But genre is more than just a publishing category or marketing device. As I said earlier, genres reflect the concerns of the historical moments in which they flourish. Minor-character elaborations reflect the interest of readers and writers in revisionist histories, in new angles on old stories, in particular on the experiences of women and other socially marginal people. They also demonstrate the playful, mischievous attitude toward the classics that we see in Pride and Prejudice and Zombies, the sense that the classics aren’t simply there to be worshipped, but are books that we can take over, play with, and remake in whatever way we see fit.
Finally, but not least importantly, genre also functions as a kind of variable recipe for authors. It’s a model that can be borrowed and imitated, but also one that is subject to constant innovation. We sometimes think of a genre as getting old or stale, but then new authors come along and breath fresh life into it, do something with it that reveals new possibilities that were there all along, just waiting for the person who was creative or audacious enough to take the genre in some new direction.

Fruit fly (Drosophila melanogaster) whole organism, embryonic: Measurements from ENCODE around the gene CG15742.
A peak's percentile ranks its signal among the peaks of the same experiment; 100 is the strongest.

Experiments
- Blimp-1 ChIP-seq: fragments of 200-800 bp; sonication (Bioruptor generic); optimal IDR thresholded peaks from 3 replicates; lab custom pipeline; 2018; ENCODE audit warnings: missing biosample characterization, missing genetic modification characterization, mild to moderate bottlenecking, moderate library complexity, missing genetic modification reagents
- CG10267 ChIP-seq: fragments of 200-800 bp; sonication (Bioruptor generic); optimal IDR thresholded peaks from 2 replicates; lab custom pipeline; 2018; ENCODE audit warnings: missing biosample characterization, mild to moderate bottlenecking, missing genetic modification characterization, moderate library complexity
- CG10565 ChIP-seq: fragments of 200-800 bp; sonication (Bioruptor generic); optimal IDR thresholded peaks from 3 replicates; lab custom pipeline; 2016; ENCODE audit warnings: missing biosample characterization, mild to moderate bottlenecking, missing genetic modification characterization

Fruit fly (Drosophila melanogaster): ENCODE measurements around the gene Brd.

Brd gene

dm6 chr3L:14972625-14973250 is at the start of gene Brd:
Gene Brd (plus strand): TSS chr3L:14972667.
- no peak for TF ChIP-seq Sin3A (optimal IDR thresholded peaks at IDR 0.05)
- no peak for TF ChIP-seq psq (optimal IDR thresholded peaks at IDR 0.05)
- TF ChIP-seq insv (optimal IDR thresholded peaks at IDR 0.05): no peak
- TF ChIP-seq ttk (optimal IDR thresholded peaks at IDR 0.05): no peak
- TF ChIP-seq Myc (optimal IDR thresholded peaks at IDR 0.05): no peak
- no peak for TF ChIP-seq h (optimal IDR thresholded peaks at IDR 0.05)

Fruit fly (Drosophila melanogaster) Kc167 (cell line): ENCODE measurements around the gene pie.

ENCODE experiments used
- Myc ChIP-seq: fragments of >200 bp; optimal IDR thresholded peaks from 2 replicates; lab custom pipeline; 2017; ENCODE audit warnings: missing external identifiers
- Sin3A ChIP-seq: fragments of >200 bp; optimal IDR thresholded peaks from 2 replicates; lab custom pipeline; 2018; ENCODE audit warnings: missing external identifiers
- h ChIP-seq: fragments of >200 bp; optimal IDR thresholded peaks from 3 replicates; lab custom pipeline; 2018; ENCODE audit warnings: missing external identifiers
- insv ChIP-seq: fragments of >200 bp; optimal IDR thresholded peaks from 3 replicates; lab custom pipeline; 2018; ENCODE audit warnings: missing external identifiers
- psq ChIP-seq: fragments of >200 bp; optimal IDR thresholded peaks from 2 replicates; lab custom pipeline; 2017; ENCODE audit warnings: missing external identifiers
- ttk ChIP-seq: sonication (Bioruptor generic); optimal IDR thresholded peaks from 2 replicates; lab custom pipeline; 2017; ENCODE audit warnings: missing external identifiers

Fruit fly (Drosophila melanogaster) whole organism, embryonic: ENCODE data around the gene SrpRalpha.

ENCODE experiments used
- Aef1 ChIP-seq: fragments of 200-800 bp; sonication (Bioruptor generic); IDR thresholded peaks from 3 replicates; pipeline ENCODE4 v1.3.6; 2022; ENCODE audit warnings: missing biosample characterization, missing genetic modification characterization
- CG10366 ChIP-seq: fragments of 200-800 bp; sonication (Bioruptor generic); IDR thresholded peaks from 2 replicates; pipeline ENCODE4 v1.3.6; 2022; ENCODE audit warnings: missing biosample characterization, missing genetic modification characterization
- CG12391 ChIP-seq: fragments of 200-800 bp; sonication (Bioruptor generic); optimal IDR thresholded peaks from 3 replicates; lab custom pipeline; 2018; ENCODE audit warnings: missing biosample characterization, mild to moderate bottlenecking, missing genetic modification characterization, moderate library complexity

Q: Do you have a favorite minor character elaboration?
JR: You know, it’s tough to pick a favorite because new ones keep coming out all the time. This is one of the exciting but challenging aspects of working on really contemporary stuff. The series name, “Literature Now,” is, for my book, very literal. One recent book that I really enjoyed was Jo Baker’s Longbourn, which focuses on the servants from Jane Austen’s beloved Pride and Prejudice. It’s like Jane Austen meets “Downtown Abbey.” You can see why it’s eminently marketable, but it’s also very well written and well executed. Baker truly picked a perfect premise, because the servants represent such a conspicuous absence in Austen’s novels. Here are all these wealthy country manors, and we know someone is doing all the labor, but we never see who. Needless to say, being a servant around 1800 was no picnic. But Baker manages to go past just how miserable the job was, and create compelling stories for these figures who were almost completely absent from Austen.